Wednesday May 29, 2002 Volume 67, Issue 142


 
 









 

California breaking golden rules

Richard W. Whitrock

Sometime soon in California, high school students in several Northern Los Angeles schools will not be able to attend graduation unless
college or military bound after graduation.

Supporters of the measure point to the extra incentive that being left out of graduation would provide, believing that threats and negative
reinforcement are good ideas. They say that the measure actually increases the amount of students going to college, and therefore the number
of students with a bright future.

It's hardly a news flash that a high school diploma is no longer worth much in the job market. For years, the trend that a good future requires a
college education has been gathering steam but that is no excuse for blatant classism.

High school graduation is a major event in everyone's life. For thirteen years, kids work hard at school to get a little sheet of paper that says
"diploma" on it. At the end of those thirteen years, all those students go their separate ways, each to start their own life in the world. Graduation
is more than a celebration of achievements it is a milestone in life. It separates the men from the boys, the women from the girls, and
childhood from responsibility.

Regardless of what the future holds for a high school graduate, every one who has met the requirements for a diploma should be allowed to
celebrate both the achievement and the turning point of their life that graduation represents.

Turning high school graduation into an introduction to an America divided by class is a monumentally stupid decision. As if America is not
already divided enough by race, wealth, political orientation, and education, now, at least in Los Angeles, we must be separated by intentions.

A person who does not attend college or join the military after graduation has the same moral worth as those who do, and should not be
treated like lesser human beings for not going with the flow and jumping on the bandwagon.

In theory, the idea has merits, but they are all dismissed by reality.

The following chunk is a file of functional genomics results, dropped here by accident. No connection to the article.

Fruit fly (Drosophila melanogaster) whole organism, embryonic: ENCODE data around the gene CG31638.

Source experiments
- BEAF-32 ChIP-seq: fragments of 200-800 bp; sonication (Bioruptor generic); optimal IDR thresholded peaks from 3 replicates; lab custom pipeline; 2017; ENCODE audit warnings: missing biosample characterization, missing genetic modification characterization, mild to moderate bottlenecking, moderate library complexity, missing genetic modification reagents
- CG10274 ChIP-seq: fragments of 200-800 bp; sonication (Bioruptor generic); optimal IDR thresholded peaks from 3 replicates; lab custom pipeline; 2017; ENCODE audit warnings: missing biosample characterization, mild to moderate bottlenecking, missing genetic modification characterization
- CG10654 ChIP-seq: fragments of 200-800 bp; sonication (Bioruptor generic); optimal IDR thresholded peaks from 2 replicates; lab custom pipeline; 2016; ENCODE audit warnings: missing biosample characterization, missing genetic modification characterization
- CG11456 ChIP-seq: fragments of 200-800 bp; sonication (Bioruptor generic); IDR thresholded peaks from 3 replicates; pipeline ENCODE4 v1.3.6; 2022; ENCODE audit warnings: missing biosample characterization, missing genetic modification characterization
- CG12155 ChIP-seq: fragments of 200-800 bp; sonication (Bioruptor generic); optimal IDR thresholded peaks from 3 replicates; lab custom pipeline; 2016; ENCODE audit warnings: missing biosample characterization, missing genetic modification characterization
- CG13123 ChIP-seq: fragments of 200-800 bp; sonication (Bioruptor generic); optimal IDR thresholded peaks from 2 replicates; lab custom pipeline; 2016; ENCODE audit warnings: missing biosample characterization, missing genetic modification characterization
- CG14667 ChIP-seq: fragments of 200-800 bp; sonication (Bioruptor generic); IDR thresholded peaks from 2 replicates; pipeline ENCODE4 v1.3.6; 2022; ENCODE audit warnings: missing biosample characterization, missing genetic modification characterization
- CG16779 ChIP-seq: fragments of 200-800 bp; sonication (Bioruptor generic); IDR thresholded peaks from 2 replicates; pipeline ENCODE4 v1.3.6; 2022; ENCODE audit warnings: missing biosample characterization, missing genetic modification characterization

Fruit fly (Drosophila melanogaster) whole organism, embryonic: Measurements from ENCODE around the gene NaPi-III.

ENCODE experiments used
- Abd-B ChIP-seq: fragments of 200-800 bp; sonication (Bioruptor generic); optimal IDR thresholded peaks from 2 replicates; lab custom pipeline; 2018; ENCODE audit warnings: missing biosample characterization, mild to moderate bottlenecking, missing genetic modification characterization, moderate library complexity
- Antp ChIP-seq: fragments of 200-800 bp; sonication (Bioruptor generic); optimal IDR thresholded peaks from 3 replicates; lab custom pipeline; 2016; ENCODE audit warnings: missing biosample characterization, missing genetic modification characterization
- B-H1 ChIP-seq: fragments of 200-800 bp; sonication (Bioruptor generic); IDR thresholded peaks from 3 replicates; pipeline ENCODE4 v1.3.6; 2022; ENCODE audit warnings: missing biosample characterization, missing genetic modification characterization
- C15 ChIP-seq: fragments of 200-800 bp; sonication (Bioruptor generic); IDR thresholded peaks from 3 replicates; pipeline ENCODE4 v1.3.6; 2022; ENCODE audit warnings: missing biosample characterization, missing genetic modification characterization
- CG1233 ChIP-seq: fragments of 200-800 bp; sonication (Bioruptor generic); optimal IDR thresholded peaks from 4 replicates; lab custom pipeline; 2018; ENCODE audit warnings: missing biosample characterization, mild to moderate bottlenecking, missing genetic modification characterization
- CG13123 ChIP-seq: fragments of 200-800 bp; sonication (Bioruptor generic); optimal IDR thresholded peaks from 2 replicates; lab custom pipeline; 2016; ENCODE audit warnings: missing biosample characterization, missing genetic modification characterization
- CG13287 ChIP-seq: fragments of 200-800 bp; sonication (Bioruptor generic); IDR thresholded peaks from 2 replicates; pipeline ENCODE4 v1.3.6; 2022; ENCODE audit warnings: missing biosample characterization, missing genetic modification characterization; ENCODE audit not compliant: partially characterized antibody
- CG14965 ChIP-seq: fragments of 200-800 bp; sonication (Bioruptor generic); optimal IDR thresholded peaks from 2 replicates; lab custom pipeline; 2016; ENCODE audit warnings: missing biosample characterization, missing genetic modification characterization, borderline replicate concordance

First, supporters argue that making graduation more elite will encourage students to do better in school and make a stronger push to attend
college. 

This is wrong for two reasons: initially, graduation is not a big enough party or close enough to many high school students to provide that kind
of motivation, and lastly because threats and negative reinforcements rarely achieve positive results.

Supporters next argue that only college and the military will provide a bright future for today's youth, and so graduation ceremonies should be
limited to honor only those few.

First, college and/or the military in no way automatically guarantee keys to the kingdom. Unfortunate as it is, many people who attended college
and or the military lead the same so-called "unsuccessful" lives that many high school graduates and dropouts lead. College and the military
are not a guarantee for success; they simply increase the chances.

Second, college and the military are poor substitutes for many of the intangible and unteachable skills that determine "success". Simply put,
high school graduates can be every bit as successful in the job market owning their own business as college graduates. A few late nights with
the right reading list can go a long way towards teaching people some of the key concepts they learn in college without the same price tag.

Third, many people that graduate high school do not plan to go to college simply because their chosen profession does not require it.
Plumbers, morticians, carpenters, electricians and other respectable jobs can be learned at trade school or through on-the-job training. For
those people, going to college can be a fiscally unwise decision, since a college diploma will not make them more money or teach them about
their profession.

Fourth, as many students at UH (including myself) know, taking time off after graduation before going to college or the military can be vastly
beneficial to college success. Many students who delay entrance into college become wiser, more experienced freshmen that are less likely to
bomb their first year away from home.

Finally, supporters argue that segregating graduation and therefore forcing higher standards will result in harder working graduates that are
more able to function in the higher demands and standards of the world they are entering.

America has not overcome the education gap between races enough to keep the graduation ceremonies from being both intent and race
segregated.

Second, graduation ceremonies celebrate graduation. All students that graduate should be allowed to go to graduation ceremony. There is
simply no justification for taking their achievement away from them, and doing so will only put more obstacles in their path to success.

High school graduation is not about rewarding the college experience; that is what college graduation is for.

Whitrock, a sophomore architecture 
major, can be reached at rick_whitrock@hotmail.com


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